Worms were adapted to 2 μL of 100% benzaldehyde for 1 h prior to exposure to both NH4Cl and benzaldehyde for 1 h. The naïve condition was performed identically to the NH4Cl blocking benzaldehyde paradigm. Worms were starved in the presence of 2 μL 100% benzaldehyde in the benzaldehyde trained control. They were starved for 1 h before being transferred to 100 mM NH4Cl CTX plates for 1 h in the NH4Cl trained control.
Blocking vs Context conditioning
Performed identically to the NH4Cl blocking Benzaldehyde assay, except worms in the blocking condition were also tested for benzaldehyde approach on 100 mM NH4Cl CTX agar.
Worms were conditioned in the NH4Cl blocking benzaldehyde paradigm with naïve, and NH4Cl and benzaldehyde trained controls as described above. Animals were washed from the training plates and placed on an agarose pad on a slide, paralyzed with 1 mM levamisole, and covered with a cover slip. Slides were imaged immediately on an Olympus Fluoview FV1000 confocal microscope using a 60x oil immersion objective and analyzed with ImageJ. Percent GFP nuclear localization was calculated as the fraction of GFP found in the cell nucleus divided by the total present in the cell.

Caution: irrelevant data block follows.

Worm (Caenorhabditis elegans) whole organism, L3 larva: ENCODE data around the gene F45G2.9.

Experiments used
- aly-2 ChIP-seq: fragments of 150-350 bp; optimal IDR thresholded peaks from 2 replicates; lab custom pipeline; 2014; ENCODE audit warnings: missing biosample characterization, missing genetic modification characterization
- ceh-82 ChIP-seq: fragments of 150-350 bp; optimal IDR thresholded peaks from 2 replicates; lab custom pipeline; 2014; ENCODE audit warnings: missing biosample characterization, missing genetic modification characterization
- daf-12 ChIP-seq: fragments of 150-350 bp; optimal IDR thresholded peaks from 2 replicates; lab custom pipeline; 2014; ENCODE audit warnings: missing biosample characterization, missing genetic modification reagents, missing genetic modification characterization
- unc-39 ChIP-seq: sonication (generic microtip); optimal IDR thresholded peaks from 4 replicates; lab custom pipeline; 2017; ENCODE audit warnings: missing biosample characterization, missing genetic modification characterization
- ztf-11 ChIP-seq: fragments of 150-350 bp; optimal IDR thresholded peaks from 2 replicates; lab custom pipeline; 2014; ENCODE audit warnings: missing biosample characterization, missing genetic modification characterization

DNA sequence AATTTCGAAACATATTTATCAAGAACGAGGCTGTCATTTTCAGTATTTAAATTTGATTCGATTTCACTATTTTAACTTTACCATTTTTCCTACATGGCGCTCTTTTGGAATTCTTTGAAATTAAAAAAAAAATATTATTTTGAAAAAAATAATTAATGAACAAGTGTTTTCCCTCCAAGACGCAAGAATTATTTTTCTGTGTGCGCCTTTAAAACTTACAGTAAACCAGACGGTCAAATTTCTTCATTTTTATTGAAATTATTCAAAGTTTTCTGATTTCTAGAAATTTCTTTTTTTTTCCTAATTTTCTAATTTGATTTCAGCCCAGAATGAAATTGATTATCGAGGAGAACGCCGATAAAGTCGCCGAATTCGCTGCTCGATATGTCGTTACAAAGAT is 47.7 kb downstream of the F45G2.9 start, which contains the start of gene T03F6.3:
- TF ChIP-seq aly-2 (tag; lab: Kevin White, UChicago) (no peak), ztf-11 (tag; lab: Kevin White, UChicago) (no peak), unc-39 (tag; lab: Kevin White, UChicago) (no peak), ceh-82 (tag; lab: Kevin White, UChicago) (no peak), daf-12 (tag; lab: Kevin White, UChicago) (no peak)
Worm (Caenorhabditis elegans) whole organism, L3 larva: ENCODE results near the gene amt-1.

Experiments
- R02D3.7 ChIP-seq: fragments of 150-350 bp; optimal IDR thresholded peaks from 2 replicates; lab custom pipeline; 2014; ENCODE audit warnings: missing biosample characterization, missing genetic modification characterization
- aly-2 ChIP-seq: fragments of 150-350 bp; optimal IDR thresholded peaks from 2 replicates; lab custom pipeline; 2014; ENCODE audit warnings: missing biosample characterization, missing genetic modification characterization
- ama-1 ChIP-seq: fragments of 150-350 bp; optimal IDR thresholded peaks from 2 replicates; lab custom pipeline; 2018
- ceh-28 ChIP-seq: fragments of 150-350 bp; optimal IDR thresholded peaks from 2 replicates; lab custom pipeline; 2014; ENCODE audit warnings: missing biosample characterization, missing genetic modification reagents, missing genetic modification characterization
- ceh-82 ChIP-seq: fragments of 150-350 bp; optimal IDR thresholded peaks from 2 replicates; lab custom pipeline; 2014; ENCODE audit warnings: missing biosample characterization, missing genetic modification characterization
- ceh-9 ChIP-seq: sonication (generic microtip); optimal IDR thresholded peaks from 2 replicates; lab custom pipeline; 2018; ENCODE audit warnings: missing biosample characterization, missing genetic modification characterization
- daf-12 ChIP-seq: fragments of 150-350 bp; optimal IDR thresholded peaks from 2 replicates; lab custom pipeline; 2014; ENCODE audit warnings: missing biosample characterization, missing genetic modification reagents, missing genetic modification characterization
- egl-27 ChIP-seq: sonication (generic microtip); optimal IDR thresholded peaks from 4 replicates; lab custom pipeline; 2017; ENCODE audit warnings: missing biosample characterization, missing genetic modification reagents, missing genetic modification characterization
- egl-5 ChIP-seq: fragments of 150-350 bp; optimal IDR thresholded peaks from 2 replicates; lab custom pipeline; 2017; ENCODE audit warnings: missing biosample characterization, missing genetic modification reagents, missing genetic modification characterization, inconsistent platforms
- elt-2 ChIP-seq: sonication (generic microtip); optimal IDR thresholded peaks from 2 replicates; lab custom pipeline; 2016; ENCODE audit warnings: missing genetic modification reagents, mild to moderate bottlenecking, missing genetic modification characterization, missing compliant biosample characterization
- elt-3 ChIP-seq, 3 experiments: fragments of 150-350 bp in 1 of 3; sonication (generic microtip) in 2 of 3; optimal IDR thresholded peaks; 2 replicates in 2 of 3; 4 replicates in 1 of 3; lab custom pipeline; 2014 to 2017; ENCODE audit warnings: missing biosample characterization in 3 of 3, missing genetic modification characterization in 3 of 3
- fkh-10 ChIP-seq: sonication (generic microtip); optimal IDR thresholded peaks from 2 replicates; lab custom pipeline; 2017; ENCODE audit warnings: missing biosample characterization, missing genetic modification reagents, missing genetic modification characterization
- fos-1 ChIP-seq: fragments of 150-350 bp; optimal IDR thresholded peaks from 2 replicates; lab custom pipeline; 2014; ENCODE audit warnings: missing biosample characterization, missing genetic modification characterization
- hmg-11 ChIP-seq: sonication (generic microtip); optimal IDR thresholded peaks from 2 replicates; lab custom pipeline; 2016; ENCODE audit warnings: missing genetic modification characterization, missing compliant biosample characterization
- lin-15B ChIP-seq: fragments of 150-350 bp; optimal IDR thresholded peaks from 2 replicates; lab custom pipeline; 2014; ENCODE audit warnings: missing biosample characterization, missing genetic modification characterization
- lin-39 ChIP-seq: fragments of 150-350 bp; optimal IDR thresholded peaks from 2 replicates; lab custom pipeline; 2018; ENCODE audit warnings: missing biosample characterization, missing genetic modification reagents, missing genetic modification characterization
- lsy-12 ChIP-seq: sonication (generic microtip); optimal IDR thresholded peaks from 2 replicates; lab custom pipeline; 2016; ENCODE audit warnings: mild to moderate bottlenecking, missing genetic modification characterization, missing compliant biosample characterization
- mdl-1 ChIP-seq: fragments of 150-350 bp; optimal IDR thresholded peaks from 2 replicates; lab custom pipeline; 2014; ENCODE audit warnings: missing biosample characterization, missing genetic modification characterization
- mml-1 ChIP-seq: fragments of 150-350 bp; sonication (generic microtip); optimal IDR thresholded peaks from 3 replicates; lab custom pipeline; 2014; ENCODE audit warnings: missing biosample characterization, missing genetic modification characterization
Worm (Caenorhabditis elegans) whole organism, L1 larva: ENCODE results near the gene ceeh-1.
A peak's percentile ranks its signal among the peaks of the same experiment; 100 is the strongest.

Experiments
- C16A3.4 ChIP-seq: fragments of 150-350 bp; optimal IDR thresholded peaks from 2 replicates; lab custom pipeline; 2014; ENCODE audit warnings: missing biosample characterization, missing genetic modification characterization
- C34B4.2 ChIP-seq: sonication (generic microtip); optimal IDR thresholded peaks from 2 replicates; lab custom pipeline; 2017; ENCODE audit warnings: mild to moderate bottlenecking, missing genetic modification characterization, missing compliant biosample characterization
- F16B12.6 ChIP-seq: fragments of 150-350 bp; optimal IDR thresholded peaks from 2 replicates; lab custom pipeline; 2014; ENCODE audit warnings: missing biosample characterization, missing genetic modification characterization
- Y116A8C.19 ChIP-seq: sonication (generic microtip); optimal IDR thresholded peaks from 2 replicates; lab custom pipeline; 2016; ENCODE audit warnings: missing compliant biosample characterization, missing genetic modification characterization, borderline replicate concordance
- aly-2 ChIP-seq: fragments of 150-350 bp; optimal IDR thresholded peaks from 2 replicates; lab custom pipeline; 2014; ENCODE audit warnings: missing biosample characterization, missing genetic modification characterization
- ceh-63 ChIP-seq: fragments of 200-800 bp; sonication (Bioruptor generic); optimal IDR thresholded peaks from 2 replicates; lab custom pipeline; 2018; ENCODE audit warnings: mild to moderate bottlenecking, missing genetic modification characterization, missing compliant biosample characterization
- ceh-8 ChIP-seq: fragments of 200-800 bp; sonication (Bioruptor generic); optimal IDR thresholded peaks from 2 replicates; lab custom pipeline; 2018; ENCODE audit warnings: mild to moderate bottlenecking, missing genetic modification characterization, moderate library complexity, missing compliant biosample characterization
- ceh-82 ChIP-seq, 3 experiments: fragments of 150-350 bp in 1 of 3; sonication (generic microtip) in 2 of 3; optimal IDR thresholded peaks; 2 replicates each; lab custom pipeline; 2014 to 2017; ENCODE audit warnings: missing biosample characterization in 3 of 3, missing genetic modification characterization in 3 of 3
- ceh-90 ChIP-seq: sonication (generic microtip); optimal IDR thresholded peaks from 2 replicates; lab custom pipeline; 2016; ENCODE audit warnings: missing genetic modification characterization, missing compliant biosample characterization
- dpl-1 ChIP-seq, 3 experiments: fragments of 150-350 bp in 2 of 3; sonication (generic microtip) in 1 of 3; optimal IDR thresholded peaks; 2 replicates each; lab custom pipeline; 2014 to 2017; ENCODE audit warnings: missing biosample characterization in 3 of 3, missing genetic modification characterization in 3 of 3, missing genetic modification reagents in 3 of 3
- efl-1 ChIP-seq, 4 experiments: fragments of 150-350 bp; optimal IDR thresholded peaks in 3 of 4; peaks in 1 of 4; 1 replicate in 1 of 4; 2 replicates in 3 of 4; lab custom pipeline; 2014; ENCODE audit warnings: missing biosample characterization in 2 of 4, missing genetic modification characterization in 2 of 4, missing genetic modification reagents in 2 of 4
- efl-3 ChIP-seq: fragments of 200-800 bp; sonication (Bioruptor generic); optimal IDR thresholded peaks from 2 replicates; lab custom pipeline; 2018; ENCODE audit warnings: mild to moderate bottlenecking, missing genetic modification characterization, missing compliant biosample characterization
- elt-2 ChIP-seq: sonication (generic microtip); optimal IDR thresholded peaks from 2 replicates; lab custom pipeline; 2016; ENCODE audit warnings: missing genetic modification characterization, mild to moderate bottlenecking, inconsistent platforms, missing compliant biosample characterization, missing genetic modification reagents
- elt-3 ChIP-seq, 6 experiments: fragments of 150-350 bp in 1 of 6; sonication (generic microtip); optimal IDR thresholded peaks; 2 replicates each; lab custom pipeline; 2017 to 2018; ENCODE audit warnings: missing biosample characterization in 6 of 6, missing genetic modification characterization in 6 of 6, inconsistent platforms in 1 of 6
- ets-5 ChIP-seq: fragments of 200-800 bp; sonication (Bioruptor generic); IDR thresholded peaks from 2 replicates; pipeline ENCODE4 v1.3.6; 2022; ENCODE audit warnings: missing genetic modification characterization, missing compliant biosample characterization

All datasets generated in this study are available from the authors upon request.